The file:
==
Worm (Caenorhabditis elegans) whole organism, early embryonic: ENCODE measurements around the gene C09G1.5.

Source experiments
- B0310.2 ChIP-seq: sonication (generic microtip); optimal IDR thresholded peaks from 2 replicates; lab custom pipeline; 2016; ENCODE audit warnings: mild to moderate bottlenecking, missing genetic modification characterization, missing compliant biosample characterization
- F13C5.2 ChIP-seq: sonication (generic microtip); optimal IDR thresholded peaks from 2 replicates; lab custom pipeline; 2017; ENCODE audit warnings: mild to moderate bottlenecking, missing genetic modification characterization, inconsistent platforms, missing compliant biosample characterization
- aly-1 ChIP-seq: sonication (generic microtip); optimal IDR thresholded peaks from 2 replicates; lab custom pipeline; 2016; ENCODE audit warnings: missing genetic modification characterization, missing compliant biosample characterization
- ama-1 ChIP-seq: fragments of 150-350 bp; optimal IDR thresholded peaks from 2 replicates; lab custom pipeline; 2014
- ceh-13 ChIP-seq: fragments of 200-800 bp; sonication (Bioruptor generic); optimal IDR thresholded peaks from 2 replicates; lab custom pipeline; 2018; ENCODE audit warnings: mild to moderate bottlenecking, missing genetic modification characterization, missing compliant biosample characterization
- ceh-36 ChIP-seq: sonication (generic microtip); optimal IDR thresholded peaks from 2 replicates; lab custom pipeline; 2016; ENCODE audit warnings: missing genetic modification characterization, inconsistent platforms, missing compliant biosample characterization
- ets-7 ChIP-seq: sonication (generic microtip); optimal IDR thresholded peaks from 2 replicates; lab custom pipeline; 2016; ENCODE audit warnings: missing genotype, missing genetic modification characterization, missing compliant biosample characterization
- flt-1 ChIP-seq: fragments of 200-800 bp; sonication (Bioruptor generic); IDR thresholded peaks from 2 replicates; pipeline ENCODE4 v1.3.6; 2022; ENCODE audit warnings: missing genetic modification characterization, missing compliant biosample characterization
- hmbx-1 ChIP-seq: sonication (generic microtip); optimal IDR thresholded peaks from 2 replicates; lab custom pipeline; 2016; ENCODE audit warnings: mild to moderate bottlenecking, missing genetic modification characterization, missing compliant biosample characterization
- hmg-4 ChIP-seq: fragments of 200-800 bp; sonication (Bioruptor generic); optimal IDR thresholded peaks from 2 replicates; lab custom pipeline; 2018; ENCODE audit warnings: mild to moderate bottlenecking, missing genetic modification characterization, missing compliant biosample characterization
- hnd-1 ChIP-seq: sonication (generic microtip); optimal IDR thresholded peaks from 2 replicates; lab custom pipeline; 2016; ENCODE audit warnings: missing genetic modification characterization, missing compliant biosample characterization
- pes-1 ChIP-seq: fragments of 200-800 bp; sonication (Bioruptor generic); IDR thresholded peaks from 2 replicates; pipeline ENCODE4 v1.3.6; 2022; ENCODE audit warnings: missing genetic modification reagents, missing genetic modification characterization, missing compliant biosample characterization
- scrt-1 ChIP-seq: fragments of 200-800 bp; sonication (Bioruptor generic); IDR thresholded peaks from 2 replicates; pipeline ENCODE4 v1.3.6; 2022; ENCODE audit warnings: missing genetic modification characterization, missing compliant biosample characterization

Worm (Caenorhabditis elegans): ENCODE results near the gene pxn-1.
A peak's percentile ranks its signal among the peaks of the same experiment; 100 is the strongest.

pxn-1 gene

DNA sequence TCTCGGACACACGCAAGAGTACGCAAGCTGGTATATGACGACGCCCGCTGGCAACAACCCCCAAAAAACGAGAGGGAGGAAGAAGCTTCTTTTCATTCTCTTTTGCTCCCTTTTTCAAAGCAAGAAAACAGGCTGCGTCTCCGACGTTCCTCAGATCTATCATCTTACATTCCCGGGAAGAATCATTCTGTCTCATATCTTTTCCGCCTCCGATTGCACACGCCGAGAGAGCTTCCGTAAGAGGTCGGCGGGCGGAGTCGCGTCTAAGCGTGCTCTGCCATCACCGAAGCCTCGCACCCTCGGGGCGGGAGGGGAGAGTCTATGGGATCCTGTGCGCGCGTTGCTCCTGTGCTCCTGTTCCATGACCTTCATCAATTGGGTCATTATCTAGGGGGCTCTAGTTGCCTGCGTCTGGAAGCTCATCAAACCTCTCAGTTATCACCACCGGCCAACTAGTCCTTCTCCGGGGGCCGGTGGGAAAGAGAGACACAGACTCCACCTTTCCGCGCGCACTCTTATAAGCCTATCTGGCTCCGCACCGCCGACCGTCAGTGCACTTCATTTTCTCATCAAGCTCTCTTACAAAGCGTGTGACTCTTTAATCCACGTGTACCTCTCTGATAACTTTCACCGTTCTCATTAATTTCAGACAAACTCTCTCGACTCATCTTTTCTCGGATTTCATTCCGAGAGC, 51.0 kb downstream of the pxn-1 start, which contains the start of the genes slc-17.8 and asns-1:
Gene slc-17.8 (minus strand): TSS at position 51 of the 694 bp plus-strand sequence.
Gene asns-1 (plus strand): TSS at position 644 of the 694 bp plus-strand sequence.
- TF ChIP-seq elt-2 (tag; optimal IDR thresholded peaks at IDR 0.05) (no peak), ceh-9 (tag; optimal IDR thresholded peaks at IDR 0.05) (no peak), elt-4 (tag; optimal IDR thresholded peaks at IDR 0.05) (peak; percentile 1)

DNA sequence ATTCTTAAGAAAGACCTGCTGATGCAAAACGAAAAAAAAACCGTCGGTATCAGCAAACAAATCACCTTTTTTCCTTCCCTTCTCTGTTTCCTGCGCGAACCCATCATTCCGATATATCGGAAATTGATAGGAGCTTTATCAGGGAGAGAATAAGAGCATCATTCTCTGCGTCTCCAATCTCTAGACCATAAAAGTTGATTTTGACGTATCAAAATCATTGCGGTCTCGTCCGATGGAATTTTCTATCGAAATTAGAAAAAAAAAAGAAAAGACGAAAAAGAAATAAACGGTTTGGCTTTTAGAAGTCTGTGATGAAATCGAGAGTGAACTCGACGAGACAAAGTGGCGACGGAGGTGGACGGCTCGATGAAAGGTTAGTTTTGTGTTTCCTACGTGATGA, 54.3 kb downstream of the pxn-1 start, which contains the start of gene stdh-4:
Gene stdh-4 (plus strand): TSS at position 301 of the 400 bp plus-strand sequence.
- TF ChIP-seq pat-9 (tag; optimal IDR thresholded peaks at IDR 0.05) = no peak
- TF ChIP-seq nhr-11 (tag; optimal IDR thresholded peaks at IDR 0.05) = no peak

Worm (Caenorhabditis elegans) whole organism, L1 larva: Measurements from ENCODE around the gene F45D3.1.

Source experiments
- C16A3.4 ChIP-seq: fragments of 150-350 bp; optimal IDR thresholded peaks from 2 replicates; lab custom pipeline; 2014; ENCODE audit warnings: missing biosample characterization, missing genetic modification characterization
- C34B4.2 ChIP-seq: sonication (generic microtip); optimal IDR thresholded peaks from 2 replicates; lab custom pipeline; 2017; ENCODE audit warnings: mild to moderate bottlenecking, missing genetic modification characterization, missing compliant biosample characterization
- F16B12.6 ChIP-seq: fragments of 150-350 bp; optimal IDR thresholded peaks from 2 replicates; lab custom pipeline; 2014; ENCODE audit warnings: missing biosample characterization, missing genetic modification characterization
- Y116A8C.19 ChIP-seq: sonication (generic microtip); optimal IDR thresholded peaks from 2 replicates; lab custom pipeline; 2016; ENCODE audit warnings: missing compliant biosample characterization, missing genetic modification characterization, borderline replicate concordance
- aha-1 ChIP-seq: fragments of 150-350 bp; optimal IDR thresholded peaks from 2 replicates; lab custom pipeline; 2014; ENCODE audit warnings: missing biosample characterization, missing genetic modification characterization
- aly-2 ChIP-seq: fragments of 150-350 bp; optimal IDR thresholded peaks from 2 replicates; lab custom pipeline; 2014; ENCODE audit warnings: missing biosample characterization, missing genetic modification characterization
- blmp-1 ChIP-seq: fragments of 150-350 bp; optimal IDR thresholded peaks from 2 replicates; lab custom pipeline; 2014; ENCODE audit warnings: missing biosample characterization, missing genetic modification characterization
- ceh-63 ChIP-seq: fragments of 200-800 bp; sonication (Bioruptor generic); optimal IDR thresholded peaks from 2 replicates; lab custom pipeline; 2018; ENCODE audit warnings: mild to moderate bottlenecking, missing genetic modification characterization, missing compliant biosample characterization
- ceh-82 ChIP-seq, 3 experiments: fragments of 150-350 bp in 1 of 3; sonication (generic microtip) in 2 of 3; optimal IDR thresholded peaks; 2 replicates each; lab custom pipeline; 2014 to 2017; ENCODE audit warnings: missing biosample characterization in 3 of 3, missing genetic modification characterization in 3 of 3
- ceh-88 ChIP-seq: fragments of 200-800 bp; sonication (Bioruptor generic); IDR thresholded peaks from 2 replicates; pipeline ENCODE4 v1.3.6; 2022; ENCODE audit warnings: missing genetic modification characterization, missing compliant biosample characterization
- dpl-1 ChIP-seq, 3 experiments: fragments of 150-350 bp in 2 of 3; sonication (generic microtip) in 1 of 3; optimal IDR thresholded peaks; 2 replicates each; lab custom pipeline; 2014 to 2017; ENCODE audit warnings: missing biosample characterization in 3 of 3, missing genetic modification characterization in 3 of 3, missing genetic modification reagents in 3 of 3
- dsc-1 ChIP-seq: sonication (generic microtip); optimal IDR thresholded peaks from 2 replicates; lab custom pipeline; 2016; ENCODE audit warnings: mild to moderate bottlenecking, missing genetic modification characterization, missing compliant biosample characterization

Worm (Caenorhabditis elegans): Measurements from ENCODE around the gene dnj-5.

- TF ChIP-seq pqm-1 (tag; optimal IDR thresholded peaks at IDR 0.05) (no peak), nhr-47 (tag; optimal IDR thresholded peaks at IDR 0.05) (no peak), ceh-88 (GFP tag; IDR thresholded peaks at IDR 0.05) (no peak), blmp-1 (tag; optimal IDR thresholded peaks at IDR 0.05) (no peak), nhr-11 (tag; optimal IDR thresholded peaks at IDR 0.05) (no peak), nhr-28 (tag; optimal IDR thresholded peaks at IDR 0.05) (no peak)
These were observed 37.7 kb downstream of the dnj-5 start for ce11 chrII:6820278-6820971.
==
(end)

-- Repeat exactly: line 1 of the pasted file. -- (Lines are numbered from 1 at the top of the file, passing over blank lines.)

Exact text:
Worm (Caenorhabditis elegans) whole organism, early embryonic: ENCODE measurements around the gene C09G1.5.